I don't know how many shots you get at doing what you love, but I'm not going to waste it this time around.  Both the research and the spreadsheets have been helpful in getting my stories out there and have even led to inclusion in invitation-only anthologies.

I'll keep posting about this topic as I learn more and come across new developments.  If you are aware of any other resources that would be useful in the quest for publication, and care to share them, feel free to email me or post in the comments below. 

Tuesday, July 1, 2014

Blood Root: Free Download of Intelligent New Horror Comic

This week, an independent press out of Los Angeles introduced an awesome new contribution to field of contemporary horror comics.  It's called Blood Root, and it's being produced by Shing Yin Khor of Sawdust Press.

Shing is an artist in her own right, creating comics such as Center for Otherworld Science and autobiographical short stories, as well as fine art sculptures of creatures she calls "Gravebeasts."  The Gravebeasts are alarmingly cute despite their nomenclature (You can find images of them here), which seems to be Shing's driving aesthetic.

You won't find slasher fiction or torture porn in the pages of Blood Root.  Instead, Shing has curated works that represent "a very specific type of horror . . . slow, moody and psychological" consisting of "a bunch of strange little stories with amazing art and a diverse range of characters, by a similarly diverse slate of creators."

The title itself is the popular name of the flowering plant Sanguinaria.  "I wanted to name the anthology after something both sweet and sinister, and a pretty and poisonous flower fit the bill."  The stories themselves range in subject from seemingly shape-shifting sea creatures to Haitian Vodou traditions.

From "The Family That Eats Together" by James Neish

I contacted creator James Neish regarding his heartbreaking contribution to Blood Root.  (You can visit his Facebook artist page here.)  He said he "wanted to dedicate something to Hayao Miyazaki in his year of retirement, so this short comic is inspired by his work, which has molded my approach to storytelling through the years."  James currently lives in Halifax, Nova Scotia but met Shing when they attended school together in the Philippines.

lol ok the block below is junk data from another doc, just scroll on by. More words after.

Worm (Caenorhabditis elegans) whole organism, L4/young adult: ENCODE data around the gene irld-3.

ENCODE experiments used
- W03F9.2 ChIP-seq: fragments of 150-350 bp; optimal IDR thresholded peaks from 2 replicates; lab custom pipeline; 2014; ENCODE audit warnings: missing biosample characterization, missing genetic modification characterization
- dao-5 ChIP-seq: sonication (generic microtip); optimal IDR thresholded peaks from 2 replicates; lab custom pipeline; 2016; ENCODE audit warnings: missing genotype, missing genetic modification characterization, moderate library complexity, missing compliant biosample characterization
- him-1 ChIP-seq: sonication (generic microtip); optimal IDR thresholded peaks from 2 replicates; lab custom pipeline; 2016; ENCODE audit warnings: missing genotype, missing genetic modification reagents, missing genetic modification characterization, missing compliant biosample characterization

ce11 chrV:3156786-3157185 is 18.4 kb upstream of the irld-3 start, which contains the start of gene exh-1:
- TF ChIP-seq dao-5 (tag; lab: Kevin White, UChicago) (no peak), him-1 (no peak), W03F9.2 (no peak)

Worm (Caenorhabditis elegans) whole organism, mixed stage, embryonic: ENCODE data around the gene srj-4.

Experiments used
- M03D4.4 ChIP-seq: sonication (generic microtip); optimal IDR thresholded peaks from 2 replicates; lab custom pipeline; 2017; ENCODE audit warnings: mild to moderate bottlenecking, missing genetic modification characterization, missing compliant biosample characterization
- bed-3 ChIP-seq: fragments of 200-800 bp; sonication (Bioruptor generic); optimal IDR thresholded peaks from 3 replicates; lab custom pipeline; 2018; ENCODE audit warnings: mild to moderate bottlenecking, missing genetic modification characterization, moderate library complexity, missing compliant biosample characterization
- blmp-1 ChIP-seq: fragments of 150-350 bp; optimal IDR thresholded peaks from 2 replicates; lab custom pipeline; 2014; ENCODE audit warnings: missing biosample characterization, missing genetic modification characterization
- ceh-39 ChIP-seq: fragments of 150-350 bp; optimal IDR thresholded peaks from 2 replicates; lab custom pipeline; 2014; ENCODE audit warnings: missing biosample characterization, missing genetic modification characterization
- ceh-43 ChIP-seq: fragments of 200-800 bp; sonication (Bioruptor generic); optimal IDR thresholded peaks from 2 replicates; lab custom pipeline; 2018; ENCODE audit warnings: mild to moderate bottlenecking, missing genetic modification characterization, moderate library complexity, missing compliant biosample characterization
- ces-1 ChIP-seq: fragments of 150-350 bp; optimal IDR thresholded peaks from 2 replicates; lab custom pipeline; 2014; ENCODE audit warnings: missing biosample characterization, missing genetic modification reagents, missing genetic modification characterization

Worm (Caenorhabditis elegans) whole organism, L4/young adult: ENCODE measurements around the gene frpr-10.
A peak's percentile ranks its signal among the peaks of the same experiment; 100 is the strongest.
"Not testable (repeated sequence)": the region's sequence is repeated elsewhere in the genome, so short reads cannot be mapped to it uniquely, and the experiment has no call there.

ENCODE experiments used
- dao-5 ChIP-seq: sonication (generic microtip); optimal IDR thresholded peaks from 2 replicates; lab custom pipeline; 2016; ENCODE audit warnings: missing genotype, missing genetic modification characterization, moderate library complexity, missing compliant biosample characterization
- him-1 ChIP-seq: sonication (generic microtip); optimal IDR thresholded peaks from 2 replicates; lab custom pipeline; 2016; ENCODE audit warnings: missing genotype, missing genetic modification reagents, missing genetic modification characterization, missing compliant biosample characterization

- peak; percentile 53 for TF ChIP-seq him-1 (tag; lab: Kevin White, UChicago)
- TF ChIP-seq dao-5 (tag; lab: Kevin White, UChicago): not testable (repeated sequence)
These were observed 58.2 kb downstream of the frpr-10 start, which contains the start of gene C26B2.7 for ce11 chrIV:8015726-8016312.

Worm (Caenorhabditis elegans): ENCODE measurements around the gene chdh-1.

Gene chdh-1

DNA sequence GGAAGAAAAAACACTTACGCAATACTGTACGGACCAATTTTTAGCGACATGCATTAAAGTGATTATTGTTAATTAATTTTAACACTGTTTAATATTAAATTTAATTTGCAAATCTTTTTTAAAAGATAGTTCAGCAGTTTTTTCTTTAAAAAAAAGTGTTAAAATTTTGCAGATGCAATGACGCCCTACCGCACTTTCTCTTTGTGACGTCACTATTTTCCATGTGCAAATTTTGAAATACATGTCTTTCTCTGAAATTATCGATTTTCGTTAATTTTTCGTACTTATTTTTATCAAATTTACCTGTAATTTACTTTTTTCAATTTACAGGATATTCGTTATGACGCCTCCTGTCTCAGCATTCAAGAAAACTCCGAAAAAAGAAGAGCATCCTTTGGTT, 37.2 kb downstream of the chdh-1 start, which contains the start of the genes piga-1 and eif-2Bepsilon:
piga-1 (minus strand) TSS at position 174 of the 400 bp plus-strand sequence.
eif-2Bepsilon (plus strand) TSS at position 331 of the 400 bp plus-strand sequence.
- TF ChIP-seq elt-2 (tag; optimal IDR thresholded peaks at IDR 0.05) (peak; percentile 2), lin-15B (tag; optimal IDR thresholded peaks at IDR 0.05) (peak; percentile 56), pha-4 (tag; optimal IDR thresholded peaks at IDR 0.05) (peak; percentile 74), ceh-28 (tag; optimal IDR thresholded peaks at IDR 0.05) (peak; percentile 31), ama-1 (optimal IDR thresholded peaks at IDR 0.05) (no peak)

I've never met Shing Yin Khor in person.  I've only corresponded with her via the internet, regarding a story I submitted for consideration in Blood Root.  I'm already impressed, though, by her inclusion of truly diverse artists representing a variety of styles, from a variety of countries, and her professionalism in dealing with me as an artist is even greater inspiration for me to step up my game as a comics creator.

Blood Root Number One is available online as a pay-what-you-want (even free!) digital download here.  If you're like me, and enjoy holding stories in your hand in a print publication, you'll be able to purchase a beautifully printed edition for $8 here after the 4th of July.  Which reminds me of another vital bit of information:  Blood Root contributors get paid a healthy licensing fee for their stories, so know that your payment goes to supporting good artists!

I'll be writing about Blood Root again in the future, and I definitely want to further explore the idea of how the internet is creating a comics community without borders or boundaries.  So come back later and join me in exploring that topic.

Until then, go check Blood Root Number One out!

Quick Update:  I almost neglected to mention that this issue of Blood Root has a lovely, scientific illustration of the Sanguinaria plant by hometown Seattle artist Angela Boyle!